My mom used to say that when she thought someone was being judgmental and ungracious. It was her little reminder that becoming a rock thrower is a dangerous occupation if only for the reason that someone may visit your own glass house with a rock in hand. She knew that everyone lives in a glass house.
Jesus had his own version of the saying. A story from the book of John tells the story of a crowd of men who literally drug a woman out of the arms of her paramour and threw her down at Jesus’ feet. Each was clutching a rock, ready to commence hurling them at her. Jesus said, “The sinless one among you, go first: Throw the stone.”
In another “glass house” saying Jesus said that we should not attempt to take a tiny speck out of a brother or sisters’ eye, all the while having a large beam in our own. Jesus was exaggerating, of course. But he knew that to pretend to be able to judge someone else’s life is to ignore the faults in your own. Nothing is uglier than a person with obvious faults pretending to be the moral high-water mark.
Jesus said, “Don’t pick on people, jump on their failures, criticize their faults— unless, of course, you want the same treatment. That critical spirit has a way of boomeranging,” The Message.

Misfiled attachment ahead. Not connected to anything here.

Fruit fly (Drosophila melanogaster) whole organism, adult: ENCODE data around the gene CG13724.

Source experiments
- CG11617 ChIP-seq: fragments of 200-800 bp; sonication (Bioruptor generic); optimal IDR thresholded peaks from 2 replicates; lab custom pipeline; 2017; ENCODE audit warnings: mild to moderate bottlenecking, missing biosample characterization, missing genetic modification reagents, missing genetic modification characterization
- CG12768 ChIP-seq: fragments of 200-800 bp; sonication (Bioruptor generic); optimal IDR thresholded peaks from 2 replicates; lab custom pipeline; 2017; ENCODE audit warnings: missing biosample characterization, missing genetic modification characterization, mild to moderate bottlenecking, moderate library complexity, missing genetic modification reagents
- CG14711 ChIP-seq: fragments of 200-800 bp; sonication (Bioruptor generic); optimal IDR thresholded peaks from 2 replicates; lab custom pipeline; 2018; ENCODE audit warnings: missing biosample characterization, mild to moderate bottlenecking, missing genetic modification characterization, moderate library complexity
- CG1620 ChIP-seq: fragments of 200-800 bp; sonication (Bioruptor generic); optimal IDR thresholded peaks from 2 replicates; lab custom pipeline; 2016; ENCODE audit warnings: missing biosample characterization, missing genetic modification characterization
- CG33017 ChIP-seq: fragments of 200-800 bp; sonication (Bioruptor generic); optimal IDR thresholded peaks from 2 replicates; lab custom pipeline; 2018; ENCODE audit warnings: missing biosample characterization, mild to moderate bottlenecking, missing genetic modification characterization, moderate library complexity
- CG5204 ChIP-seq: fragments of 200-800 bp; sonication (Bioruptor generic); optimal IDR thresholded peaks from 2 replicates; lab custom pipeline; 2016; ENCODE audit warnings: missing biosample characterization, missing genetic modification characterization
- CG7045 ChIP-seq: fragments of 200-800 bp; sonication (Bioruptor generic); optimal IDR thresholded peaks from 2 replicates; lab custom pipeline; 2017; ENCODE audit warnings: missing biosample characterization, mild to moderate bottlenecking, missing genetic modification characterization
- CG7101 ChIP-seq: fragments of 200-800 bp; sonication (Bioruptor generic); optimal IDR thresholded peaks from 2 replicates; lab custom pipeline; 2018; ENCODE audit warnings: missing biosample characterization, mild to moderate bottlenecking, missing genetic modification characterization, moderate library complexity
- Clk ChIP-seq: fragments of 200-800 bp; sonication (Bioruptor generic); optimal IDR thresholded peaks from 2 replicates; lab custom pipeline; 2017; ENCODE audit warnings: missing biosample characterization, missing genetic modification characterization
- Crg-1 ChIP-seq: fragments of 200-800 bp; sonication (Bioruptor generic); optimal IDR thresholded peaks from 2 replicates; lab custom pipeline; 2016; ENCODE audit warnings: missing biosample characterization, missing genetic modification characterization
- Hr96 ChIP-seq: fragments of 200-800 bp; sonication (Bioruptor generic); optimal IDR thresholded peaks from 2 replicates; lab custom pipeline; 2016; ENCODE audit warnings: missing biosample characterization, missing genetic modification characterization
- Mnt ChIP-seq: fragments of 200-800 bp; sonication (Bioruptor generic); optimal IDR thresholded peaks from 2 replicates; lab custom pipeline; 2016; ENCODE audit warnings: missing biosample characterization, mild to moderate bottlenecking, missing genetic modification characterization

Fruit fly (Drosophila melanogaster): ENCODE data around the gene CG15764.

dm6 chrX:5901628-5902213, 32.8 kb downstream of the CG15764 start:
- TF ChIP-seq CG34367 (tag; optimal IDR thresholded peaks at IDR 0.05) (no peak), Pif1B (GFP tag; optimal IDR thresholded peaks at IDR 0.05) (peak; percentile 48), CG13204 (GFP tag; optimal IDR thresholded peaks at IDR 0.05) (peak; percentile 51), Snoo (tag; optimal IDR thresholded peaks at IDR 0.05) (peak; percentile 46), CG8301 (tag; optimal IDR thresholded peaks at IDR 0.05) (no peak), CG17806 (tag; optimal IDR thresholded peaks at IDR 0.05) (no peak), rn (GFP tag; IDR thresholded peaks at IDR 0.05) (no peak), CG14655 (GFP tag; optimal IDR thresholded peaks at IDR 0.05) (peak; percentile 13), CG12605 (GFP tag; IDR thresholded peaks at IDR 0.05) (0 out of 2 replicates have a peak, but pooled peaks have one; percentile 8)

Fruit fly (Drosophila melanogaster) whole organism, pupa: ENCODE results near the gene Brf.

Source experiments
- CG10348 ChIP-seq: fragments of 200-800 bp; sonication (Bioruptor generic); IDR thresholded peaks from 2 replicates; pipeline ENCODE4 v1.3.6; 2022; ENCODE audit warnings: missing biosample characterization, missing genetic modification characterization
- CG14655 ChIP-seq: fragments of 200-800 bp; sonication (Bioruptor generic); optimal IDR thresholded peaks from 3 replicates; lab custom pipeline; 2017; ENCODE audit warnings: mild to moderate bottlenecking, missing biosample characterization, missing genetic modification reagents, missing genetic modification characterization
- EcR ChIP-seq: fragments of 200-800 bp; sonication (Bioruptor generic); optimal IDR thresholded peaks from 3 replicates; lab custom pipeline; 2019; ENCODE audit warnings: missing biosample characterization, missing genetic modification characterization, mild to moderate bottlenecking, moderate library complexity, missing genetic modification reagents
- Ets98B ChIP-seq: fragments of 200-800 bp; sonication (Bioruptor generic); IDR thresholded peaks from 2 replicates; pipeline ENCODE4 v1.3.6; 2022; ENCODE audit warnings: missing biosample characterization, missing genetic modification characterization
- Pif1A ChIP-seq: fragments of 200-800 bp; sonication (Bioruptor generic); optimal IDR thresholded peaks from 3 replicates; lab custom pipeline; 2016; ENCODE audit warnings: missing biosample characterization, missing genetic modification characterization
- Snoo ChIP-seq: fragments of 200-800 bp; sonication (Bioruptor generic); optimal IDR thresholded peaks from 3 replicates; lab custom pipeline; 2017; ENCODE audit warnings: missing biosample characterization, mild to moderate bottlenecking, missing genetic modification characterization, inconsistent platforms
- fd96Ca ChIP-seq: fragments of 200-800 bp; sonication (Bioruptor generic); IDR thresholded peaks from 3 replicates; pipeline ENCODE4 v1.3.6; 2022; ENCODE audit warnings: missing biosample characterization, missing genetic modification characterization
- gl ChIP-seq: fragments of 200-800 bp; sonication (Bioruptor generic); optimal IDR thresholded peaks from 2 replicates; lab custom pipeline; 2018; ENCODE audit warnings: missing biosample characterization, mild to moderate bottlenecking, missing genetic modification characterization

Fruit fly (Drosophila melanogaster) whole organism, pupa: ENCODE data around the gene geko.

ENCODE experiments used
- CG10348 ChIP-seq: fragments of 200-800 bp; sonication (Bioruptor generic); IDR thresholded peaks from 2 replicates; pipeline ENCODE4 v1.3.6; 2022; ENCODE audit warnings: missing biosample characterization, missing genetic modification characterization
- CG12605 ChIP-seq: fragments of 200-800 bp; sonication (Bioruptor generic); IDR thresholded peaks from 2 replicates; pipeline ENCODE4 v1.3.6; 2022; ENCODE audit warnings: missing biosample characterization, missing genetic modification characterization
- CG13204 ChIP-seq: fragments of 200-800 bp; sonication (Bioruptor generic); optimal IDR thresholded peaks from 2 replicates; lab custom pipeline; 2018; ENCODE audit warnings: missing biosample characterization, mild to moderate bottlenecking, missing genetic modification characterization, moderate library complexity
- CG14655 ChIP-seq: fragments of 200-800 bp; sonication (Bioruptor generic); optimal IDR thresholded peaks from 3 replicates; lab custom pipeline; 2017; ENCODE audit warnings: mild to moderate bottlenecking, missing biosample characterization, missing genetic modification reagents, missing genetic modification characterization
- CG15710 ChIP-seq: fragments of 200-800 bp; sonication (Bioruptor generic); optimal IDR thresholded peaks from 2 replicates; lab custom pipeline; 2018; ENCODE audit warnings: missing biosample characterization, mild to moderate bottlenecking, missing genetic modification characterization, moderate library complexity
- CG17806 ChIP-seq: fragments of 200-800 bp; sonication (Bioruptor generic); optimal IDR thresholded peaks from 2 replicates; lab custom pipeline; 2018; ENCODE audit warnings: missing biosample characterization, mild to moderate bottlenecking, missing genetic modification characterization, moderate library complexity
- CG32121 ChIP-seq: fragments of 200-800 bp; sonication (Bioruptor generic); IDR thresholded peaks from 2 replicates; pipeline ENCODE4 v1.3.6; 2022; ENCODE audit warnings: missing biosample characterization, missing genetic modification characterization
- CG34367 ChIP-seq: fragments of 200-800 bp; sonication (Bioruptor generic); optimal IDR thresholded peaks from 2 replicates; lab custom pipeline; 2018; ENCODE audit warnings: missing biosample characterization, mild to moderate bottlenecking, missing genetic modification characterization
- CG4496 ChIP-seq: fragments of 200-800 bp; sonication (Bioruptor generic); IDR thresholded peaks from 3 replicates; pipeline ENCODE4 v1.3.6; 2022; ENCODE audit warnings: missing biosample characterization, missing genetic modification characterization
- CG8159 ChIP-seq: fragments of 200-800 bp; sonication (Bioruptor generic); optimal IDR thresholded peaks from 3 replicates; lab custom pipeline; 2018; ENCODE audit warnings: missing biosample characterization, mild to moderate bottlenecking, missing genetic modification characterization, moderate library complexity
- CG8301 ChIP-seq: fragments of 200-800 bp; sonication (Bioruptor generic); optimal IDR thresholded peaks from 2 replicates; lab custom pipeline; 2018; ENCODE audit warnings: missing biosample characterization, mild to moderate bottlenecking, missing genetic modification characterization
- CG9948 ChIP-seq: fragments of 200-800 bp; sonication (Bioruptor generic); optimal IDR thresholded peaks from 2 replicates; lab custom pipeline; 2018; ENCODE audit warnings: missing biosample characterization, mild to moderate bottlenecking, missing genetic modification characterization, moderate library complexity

Jesus repeated this principle over and over during his life. In the Lord’s prayer he told us to pray, “Father forgive us to the same degree that we forgive others.” In other words, if we want God to forgive us, we must be willing to do the same for our fellow human beings.
Judging of the destructive sort does not seek a restoration of relationships, it only seeks to point the finger and blame. You’d never hear this judger asking, “How can we rectify the problem?”
The men carrying the stones had no qualifications for judging the woman. They did not know what desperation may have been at work in her life. And they certainly were not sin-free themselves.
No stones were thrown that day.